Fourteen-year-old Romanian gymnast, Nadia Comaneci, delighted crowds at the 1976 Olympics in Montreal, Canada.
She won three gold medals, a silver and a bronze, scoring the first perfect score of 10.00 in Olympic gymnastics – and going on to do it seven times during the games.
Having been programmed to reject 10 out of 10 as impossible, the Olympic computer was baffled by Comaneci’s maximum scores.
Comaneci was born in 1961 in a small Romanian town called Onesti. When she was only 10 years old, her parents separated, and she stayed with her mother Ștefania.
Growing up, she was always an energetic child. In an interview, Ștefania said Nadia was so hyperactive that she enrolled her into gymnastic classes just to tire her out.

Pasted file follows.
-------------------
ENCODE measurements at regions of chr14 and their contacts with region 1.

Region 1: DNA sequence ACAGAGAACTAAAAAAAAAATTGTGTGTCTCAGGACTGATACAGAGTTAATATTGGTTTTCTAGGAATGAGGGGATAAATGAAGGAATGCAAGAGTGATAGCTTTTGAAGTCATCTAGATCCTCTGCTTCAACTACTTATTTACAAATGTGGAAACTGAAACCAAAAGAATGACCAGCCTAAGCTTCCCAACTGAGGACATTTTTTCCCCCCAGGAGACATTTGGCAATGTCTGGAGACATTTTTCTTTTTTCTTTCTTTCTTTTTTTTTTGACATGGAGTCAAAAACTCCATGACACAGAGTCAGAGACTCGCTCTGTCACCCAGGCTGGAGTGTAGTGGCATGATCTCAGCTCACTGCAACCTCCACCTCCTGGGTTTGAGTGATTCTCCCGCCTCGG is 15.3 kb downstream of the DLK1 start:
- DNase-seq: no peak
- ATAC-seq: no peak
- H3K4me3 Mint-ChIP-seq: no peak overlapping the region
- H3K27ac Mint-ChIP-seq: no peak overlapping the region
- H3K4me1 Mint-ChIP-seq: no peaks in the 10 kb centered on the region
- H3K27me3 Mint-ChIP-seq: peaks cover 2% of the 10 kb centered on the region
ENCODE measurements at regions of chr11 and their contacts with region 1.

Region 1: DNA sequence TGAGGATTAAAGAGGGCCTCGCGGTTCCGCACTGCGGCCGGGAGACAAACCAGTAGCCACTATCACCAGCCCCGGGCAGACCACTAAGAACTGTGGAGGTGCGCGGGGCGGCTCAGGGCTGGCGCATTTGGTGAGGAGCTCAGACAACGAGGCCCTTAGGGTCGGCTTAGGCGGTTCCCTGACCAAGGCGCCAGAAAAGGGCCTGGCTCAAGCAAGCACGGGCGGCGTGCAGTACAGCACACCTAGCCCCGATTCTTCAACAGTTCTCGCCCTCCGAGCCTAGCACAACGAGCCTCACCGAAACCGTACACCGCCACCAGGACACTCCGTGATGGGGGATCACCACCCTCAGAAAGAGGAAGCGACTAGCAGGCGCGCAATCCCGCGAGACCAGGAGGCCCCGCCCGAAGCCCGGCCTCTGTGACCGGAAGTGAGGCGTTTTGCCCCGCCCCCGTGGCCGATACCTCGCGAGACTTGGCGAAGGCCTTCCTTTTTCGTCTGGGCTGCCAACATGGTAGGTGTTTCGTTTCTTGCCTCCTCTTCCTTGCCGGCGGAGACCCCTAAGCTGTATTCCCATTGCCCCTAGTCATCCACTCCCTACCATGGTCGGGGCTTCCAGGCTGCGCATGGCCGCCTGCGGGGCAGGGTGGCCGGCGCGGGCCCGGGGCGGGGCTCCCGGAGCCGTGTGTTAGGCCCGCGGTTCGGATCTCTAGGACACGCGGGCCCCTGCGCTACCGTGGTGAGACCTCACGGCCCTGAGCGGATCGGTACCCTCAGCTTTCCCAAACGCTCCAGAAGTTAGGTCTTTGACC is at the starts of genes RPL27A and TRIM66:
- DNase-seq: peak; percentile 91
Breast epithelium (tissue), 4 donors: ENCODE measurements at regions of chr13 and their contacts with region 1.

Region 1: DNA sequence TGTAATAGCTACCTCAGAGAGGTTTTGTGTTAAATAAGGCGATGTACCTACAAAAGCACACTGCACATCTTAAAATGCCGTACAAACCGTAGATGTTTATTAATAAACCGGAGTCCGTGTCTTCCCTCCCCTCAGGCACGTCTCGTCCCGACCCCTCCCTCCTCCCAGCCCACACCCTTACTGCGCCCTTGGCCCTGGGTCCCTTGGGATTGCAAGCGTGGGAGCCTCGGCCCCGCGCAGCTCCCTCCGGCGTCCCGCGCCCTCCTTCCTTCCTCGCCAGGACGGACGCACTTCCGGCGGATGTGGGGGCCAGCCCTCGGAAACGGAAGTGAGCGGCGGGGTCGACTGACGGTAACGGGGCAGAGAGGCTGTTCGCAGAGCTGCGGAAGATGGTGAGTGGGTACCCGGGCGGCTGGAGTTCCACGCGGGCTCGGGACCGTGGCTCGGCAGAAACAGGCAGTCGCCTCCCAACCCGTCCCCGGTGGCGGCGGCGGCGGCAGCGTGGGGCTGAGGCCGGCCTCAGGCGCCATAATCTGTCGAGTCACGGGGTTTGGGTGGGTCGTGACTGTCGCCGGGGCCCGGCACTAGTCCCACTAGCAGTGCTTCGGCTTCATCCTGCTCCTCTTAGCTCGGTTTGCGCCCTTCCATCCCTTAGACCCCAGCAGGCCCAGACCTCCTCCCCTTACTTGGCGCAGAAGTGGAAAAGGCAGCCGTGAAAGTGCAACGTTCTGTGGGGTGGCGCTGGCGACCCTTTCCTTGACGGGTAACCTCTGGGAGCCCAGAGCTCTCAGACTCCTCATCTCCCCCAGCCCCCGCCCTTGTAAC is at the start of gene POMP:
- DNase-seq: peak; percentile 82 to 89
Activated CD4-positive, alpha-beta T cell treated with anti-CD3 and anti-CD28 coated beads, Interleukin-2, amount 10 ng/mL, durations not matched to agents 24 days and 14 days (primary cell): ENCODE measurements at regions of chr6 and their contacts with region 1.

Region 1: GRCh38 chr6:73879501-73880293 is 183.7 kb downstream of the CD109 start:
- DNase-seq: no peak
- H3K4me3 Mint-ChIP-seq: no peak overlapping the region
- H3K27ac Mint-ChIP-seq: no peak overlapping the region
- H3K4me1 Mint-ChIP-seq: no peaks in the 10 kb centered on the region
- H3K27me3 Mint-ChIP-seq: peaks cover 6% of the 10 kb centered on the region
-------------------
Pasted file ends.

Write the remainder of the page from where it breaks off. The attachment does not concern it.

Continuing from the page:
Nadia fell in love with the sport and used any chance she had to jump around and practice. This was when her mother realized Nadia’s potential.
Nadia was spotted by top Romanian coach Bela Karolyi and trained intensively for years. She was nicknamed “Little Miss Perfect”.
When Karolyi defected to the USA in 1981, the Romanian government was afraid that Comaneci might defect as well and the government assigned special agents to monitor her every move. Her phone calls were recorded and listened to, her mail was read, and she was banned from visiting Western countries. Her life became increasingly difficult with constant government involvement in her private affairs.
Despite the constant government surveillance, Nadia contacted Romanian nationalist and anti-communist Constantin Panait who somehow escaped to Florida. He promised to smuggle her to America and in November 1989 she escaped from Romania, travelling through Hungary and Austria until she was finally able to take a plane to the United States.
Comaneci moved to Oklahoma in 1991 to help her friend Bart Conner, another Olympic gold medalist, with his gymnastics school. The pair were together for four years before they became engaged, marrying in 1996.